Chapter 21

Castruccio exiles three hundred Families from Lucca—Visits at Valperga—His Character further developed.

During his absence Castruccio had reduced in his own mind his various political plans to a system. He no longer varied either in the end which he desired to attain, or the means by which he resolved to accomplish it. He thought coolly on the obstacles in his way; and he resolved to remove them. His end was the conquest of Tuscany; his means, the enslaving of his native town; and, with the true disposition of a conqueror and an usurper, he began to count heads to be removed, and hands to be used, in the furtherance of his designs. He had no sooner returned to Florence, than messengers brought him intelligence of a plot, which would speedily break out in Lucca to deprive him of his government; and this information, joined to the departure of Euthanasia, determined him instantly to return to the Lucchese territory.

He was no longer the same as when he had quitted it; he returned full of thought,—with a bent brow, a cruel eye, and a heart not to be moved from its purpose by weakness or humanity. The change might appear sudden, yet it had been slow;—it is the last drop that overflows the brimming cup,—and so with him the ambition, light-heartedness, and pride which he had long been nourishing, now having made for itself a form, ‘a habitation and a name,’ first manifested itself in its true colours to the eyes of man. Ambition, and the fixed desire to rule, smothered in his mind the voice of his better reason; and the path of tyranny was smoothed, by his steady resolve to obtain the power, which under one form or other it had been the object of his life to seek.

The morning after his return to Lucca he reviewed his troops: they were devoted to him, and by their means he intended to secure his power. He assembled the senate, and surrounded the palace of government with his soldiers; he took his seat at its head, with the countenance of one who knows, and can punish his enemies. He addressed the assembly in few words, saying, that it was by their power he had been raised to the government, and that it now behoved them to support him in its exercise. ‘I know,’ he cried, ‘I have many enemies here,—but let any one of them step forth, and say the ill that I have done to the republic;—I who have fought its battles, secured its prosperity, and raised it from the being the servant of proud Florence to be its rival. What, will none of you come forward to denounce me, now that I appear, face to face, to answer your accusations? Randolfo Obizzi, I call upon you, who would despoil me of the power this senate conferred upon me;—and you, Aldino, who have plotted even my death;—can ye whisper as traitors, and cannot ye speak as men? Away!—the moment of mercy is short:—three hours hence the gates of Lucca will be shut, and whoever among you or your partizans are found within its walls, will pay the forfeit of his life for his temerity.’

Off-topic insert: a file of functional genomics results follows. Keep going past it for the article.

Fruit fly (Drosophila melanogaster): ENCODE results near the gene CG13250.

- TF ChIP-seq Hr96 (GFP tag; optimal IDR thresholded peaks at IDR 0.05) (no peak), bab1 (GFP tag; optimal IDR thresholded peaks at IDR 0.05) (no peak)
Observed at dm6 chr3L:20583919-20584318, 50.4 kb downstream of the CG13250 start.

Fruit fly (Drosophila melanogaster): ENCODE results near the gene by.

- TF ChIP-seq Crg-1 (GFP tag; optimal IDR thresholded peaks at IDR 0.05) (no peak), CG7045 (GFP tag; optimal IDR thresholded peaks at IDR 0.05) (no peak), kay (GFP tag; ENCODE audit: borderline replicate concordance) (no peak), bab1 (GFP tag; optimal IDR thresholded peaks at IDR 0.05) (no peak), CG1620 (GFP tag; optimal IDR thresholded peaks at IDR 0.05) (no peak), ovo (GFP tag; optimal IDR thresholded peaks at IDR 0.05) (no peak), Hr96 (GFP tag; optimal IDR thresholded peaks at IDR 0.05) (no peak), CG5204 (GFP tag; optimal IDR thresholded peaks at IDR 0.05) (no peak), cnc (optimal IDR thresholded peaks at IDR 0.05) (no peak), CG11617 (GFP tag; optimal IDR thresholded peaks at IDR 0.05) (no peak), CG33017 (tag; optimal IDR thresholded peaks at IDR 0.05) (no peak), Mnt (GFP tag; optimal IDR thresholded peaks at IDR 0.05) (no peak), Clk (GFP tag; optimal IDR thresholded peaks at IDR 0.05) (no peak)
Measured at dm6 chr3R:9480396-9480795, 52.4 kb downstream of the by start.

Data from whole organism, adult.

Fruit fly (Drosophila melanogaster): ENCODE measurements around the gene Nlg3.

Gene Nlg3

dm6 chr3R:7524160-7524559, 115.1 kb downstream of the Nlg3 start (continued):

The senate would now have broken up; but, when Castruccio saw that his enemies had all departed, he called on the rest to stay, and aid him on this momentous occasion. The decree for banishing the conspirators was then formally passed, and another for demolishing three hundred towers of so many palaces, which were as strong holds and fortresses within the town. The senate was then dismissed,—the troops paraded the streets, and before night-fall three hundred families, despoiled of their possessions, and banished their native town, passed through its gates in mournful procession. The soldiers were employed in demolishing the towers; and the ruins were carried to the eastern quarter of the city, to be used in the erection of a new wall. Castruccio, now master of Lucca, and triumphant over his enemies, felt that he had taken the first step in the accomplishment of his plans.

Euthanasia had remained in her castle in anxious expectation of a visit or a message from Castruccio;—neither came: but late in the afternoon Teresa Obizzi, one of her dearest friends, was announced to her.

‘Why so mournful, dear Teresa?’ asked her friend. ‘What has happened? Are you also unfortunate?’

‘I hardly know what has happened, or where I am,’ replied Teresa. ‘Methinks the thunder of heaven has fallen among us; all the Obizzi family is banished Lucca, and not these alone, but the Bernardi, the Filippini, the Alviani, and many more, are exiled, and their possessions confiscated.’

‘Why, how is this? What new change has occurred in Lucca?’

  By PanEris using Melati.

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